SEARCH

Science Screams for Ice Cream

May 3, 2012

Eva Gusnowski

As many people with migraines can attest to, having a gut-busting headache is not going to be the highlight of your day. New research is now using our good friend ice cream to study how migraines work.

 

science screams for ice cream, science in seconds



Many migraines are thought to be the result of increased cerebral artery blood flow (i.e. the arteries that flow up into your brain). Since the brain is an enclosed space, increased flow into this area could cause an increase in the pressure inside the skull, causing pain.

The “brain-freeze” phenomenon is essentially being used as a short-term way to study migraine development. In particular this new study, discussed at the 2012 Experimental Biology Conference, is investigating which arteries dilate in the brain during brain-freeze-pain, and then constrict when the pain subsides. They found a single artery in particular, who’s dilation/constriction coincided with pain development.

 

brain freeze, science in seconds



To do this, volunteers were given ice water to sip with a straw directed against the roof of their mouths…the main culprit in the induction of brain freeze. An ultrasound machine was directed against the side of their heads to monitor blood flow in the brain when before, during and after pain development. They found one artery in particular, the anterior cerebral artery, which followed the pattern of pain.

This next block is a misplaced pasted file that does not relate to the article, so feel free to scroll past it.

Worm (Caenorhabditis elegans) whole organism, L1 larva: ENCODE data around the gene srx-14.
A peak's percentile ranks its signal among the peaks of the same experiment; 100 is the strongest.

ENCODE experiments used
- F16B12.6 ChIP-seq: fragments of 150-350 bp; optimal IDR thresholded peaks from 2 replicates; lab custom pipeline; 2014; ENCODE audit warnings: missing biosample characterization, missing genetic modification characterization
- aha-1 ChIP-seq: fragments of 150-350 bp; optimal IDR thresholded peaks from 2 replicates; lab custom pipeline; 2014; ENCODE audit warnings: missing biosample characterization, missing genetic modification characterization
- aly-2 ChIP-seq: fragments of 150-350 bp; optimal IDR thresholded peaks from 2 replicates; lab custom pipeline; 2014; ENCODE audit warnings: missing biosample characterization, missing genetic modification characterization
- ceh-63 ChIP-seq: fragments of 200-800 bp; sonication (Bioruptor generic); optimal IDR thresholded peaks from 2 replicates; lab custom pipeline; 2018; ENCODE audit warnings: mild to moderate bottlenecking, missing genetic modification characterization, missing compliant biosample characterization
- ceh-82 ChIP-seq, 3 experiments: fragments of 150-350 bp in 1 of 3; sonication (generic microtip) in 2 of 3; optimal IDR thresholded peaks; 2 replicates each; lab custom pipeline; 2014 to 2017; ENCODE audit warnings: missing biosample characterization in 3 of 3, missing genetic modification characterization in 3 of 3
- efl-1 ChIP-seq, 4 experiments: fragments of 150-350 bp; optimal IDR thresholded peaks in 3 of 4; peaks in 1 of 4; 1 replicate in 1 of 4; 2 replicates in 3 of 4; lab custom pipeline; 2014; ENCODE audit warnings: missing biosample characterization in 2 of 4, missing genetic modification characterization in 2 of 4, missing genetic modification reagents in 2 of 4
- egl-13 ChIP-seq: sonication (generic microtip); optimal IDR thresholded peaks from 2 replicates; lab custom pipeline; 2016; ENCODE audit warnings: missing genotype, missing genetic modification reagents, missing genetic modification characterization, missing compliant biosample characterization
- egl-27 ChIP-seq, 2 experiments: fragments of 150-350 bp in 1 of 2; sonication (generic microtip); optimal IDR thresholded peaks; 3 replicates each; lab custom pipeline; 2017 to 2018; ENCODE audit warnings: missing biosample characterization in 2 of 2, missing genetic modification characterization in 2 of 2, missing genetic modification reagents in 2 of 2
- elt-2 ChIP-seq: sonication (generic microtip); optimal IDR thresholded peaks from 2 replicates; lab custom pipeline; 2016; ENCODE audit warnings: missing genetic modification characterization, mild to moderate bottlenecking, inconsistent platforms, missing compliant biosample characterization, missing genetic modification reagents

science in seconds, eva gusnowski, science screams for ice cream



The reason this is interesting is that migraines and post-traumatic headaches may be follow a similar blood flow pattern. So using medications that block vasodilation (hopefully specifically in the brain), may provide a target for drugs in the future.

Because I’m a scientist, I like to think that everything I do is for science. So I’m going to say that when I eat ice cream and get brain freeze, that’s all for science too. Its almost the same thing…trust me, I’m a scientist.

BE HEARD

Name


Email (optional)


Comments




© 2010 Science in Seconds. All rights reserved.     Disclaimer  |  Contact  |  Subscribe
Friend Science in Seconds on Facebook Follow Science in Seconds on Twitter Science in Seconds RSS Feed